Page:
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Oshibori presented on a small bamboo stand
Oshibori in JR express train, Japan

An oshibori (おしぼり or お絞り[1]) or hot towel in English is a wet hand towel offered to customers in places such as restaurants or bars, and used to clean one's hands before eating. Oshibori has long been part of Hospitality Culture in Japan: in "The Tale of Genji" era it was used for visitors; during the Edo period it was used in Hatago (旅籠); later it started to be used in many restaurants.[2] It eventually spread to worldwide use. Cold oshibori are used in summer, and hot oshibori in winter. In Japan, October 29 has been observed as the day of Oshibori since 2004.[3]

Derivation of word[edit]

The word oshibori comes from the Japanese word shiboru (絞る), meaning "to wring", with the honorific prefix o-, which is added to several types of nouns, including many nouns related to washing or food; onigiri/omusubi (お握り and お結び) "rice ball" follows the same pattern – see honorific prefix usage. In Japanese script, the word oshibori is normally written in hiragana (おしぼり), seldom using kanji (お絞り or 御絞り).

Oshibori are also known as o-tefuki; tefuki refers to ordinary handkerchiefs, and these derive from the Japanese te () (hand) and fuku (拭く), to wipe.

In mājan parlors, the words atsushibo and tsumeshibo, from the Japanese words atsui (熱い), hot, and tsumetai (冷たい), cold, are sometimes used to refer to hot and cold oshibori respectively.

Typical oshibori[edit]

Small hot towels are often distributed to airline business class passengers. Disposable towels seen here prior to preparation

A typical oshibori, made of cloth, is dampened with water and wrung. It is then placed on the dining table for customers to wipe their hands before or during the meal. The o-shibori is often rolled or folded and given to the customer on some kind of tray. Even if a tray is not used, it is usually rolled up into a long, thin shape, although this is not necessarily the case with o-shibori provided with, say, bentō lunch boxes.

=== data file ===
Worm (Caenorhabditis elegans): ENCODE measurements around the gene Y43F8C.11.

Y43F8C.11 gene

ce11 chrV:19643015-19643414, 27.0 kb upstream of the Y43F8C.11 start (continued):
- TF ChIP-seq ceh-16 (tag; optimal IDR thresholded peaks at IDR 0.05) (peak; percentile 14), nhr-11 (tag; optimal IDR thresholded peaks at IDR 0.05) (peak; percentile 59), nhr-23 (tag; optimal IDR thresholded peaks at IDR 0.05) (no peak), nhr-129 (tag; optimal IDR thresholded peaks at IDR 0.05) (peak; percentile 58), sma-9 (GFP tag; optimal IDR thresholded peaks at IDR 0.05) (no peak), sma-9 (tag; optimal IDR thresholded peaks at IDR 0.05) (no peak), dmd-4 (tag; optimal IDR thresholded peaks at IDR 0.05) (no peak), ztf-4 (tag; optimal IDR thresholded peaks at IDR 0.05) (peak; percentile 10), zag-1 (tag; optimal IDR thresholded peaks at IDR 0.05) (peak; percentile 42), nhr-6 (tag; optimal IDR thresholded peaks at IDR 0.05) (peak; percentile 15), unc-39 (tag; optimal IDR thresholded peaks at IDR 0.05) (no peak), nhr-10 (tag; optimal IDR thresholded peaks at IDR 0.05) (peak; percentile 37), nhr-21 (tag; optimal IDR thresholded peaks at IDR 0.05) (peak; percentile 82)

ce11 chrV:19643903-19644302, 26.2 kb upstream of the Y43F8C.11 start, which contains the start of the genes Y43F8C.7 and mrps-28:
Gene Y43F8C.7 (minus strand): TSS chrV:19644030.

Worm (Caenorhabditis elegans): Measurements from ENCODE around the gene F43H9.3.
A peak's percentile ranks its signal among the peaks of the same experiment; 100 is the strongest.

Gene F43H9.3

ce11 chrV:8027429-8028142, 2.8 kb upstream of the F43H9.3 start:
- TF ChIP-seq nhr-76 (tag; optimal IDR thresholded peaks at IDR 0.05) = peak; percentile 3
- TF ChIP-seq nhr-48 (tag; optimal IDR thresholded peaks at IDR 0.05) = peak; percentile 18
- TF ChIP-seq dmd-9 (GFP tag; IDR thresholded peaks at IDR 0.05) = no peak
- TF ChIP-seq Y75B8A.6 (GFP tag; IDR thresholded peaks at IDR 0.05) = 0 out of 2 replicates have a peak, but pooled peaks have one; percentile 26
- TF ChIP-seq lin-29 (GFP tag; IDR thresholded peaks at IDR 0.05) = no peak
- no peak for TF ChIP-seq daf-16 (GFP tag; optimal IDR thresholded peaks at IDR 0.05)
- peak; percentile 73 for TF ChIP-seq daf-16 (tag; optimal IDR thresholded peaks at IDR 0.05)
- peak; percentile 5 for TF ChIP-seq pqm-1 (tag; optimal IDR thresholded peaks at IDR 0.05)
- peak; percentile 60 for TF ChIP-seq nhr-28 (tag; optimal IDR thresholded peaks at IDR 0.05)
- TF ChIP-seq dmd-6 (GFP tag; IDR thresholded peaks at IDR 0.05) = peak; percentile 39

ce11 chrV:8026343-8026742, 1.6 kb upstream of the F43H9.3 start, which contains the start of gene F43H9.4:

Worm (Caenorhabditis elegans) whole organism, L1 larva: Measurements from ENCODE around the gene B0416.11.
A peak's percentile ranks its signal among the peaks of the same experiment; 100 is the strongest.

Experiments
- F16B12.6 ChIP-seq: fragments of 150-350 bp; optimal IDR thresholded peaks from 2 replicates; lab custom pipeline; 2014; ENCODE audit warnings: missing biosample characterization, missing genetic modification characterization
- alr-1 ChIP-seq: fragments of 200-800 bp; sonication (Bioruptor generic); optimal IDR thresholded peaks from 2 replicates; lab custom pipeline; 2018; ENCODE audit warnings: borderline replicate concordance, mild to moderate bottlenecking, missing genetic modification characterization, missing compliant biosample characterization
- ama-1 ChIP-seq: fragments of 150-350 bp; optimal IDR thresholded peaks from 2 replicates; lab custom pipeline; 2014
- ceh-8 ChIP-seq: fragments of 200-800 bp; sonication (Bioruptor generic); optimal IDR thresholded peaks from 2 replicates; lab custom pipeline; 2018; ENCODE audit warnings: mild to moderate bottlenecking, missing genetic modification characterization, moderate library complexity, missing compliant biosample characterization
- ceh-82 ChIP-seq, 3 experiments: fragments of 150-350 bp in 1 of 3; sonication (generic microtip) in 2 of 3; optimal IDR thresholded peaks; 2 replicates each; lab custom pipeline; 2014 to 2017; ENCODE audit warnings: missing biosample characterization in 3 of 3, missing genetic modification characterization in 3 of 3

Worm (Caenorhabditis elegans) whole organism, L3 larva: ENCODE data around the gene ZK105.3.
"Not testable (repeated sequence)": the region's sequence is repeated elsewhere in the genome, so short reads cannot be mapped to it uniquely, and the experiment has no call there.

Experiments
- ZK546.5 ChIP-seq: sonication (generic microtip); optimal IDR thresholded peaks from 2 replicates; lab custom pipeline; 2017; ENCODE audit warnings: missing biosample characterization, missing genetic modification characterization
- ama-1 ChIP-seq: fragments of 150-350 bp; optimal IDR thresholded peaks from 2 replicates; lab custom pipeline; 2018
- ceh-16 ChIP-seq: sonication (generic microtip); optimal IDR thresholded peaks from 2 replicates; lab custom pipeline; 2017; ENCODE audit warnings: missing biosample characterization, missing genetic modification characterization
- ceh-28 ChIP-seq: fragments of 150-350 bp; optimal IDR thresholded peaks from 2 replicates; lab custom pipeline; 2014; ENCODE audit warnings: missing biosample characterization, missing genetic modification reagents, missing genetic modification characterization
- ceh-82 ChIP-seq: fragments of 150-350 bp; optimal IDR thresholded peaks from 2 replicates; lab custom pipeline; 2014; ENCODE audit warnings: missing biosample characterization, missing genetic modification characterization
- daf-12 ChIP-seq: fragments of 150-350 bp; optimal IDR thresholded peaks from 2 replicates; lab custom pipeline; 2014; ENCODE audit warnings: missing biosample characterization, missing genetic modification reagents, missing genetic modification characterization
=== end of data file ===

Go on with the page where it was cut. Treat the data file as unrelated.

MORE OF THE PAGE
Many establishments also give out towels made of non-woven cloth or paper, which are generally used once and then disposed of. Paper ones sometimes contain a sterilizing agent such as alcohol or stabilized chlorine dioxide. Paper o-shibori, unlike cloth o-shibori, can be folded and put into a very thin plastic wrapping, for inclusion with packaged products such as bentō lunch boxes in convenience stores.

Hot and cold oshibori[edit]

An oshibori can be moistened with hot water at an appropriate temperature or steam to make a hot oshibori, or placed damp into a refrigerator to make a cold oshibori suitable for use in summer. Restaurants usually use an electric appliance such as a heating cabinet or refrigerator for this.

Rented oshibori[edit]

As many establishments use oshibori in large quantities, they often do not prepare them in the store, but instead employ a rental service which launders them, rolls them into the typical cylindrical shape, and delivers them already damp. These rental service companies services frequently wrap each oshibori individually in a clear, lightweight plastic seal (polyethylene film), which can be easily broken and removed by the customer before using.

Oshibori dispenser[edit]

Now some beauty salons and dental clinics prefer to use a standalone oshibori dispenser, with which a freshly made towel is manufactured at the client's request. In this case, the towels are often made of a non-woven fiber.

Around the world[edit]

Oshibori is usually translated as "hot towel". Most airlines distribute hot towels to international first and business class passengers prior to the first meal on long haul flights. The heated towel used in barber's shops to moisturize the skin or beard and make it easier to shave can also be thought of as a type of oshibori.

See also[edit]


  1. ^ Kenkyusha's New Japanese-English Dictionary, ISBN 4-7674-2015-6
  2. ^ 東日本おしぼり共同組合 (East Japan Oshibori Cooperative Association)
  3. ^ 全国おしぼり共同組合連合会 (National Oshibori Cooperative Association)


Much of this article was translated from the equivalent article in the Japanese Wikipedia, as retrieved on November 26, 2006.